Is there any authoritative documentation regarding whether 1 GB = 1000 MB or 1024 MB in reference to 1 ) disk space and / or 2) RAM? Based on my research the "official" breakdown of 1 GB used to be 1024, but was changed somewhat recently (in relative terms) to 1000.

Is either more accurate within the realm of database administration? Or does it just depend on the context?


Powers of 10 vs Powers of 2

The computer industry has for decades made a mess of these sizes, sometimes meaning base 10 and sometimes meaning base 2. This is done inconsistently between contexts and between various sectors of the industry such as computer memory, data transmission, and hard disk storage.

Kilo/Kibi, Mega/Mebi, Giga/Gibi

As of 1998 names were officially standardized. The familiar metric prefixes (kilo, mega, giga, etc.) are used for decimal (powers of 10) numbers. New prefixes with bi for ‘binary’ (kibi , mebi, gibi, etc.) were invented for binary numbers (powers of 2).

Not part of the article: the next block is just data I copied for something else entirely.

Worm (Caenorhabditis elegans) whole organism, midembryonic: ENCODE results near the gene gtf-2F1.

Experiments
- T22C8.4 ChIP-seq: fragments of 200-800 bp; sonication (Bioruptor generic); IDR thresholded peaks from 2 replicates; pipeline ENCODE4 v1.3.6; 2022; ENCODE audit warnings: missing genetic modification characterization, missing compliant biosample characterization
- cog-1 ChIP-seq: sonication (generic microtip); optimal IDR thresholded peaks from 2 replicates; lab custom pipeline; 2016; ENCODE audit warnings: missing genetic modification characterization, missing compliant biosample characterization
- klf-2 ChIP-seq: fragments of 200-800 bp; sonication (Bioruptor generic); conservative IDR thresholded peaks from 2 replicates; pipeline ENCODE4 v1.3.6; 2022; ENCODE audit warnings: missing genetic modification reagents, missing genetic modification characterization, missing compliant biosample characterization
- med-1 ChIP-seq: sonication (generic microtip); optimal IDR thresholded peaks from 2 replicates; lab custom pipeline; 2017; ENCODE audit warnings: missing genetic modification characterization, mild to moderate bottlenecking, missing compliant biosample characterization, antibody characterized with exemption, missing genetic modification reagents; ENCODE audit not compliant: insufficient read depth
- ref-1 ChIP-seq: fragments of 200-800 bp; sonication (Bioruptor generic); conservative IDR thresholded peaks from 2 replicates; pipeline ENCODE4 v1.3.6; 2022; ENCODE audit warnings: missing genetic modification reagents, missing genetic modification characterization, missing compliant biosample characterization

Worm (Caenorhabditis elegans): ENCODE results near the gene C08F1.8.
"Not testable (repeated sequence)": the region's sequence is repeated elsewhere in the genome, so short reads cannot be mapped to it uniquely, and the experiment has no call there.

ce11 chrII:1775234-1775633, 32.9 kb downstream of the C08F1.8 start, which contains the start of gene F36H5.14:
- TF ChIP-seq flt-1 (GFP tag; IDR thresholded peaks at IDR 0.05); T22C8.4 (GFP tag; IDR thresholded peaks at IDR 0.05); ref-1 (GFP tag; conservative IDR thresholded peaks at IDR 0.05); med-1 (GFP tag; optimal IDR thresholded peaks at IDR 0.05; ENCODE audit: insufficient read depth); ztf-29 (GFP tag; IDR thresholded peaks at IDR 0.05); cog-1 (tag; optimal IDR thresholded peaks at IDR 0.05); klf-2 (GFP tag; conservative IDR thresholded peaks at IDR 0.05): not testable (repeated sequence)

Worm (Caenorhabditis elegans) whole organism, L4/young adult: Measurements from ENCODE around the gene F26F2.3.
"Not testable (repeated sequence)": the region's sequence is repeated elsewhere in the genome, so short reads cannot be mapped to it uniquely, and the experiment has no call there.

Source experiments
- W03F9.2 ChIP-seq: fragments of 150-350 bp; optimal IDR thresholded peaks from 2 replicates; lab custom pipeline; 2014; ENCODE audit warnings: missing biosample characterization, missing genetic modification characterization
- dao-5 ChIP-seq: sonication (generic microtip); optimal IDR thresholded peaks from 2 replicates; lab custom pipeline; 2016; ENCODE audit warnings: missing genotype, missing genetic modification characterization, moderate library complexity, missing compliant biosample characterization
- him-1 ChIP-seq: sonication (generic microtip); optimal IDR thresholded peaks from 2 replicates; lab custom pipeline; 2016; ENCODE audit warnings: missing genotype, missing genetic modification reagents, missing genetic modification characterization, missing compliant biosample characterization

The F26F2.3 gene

See a good discussion on the Wikipedia page for Gibibyte and the page for binary prefix.

As for database administration, there is no specific issue except that such work typically treads across those sectors of memory, networking, and storage. So you will encounter all the various definitions and their abuses.

The upshot: Read the fine print to determine the exact definition in play in any specific situation. The storage industry in particular has gotten much better in recent years about defining their terms quite clearly in the fine print of ads, brochures, and documentation.


Technically and historically 1GB = 1024MB. However hard drive manufacturers started adopting 1GB = 1000MB to make their drives seem larger than they are which is why when you plug in a new hard drive in you see less available space than you'd expect.

There's actually a new term for 1024MB now, a Gibibyte. Blame the HDD manufacturers!


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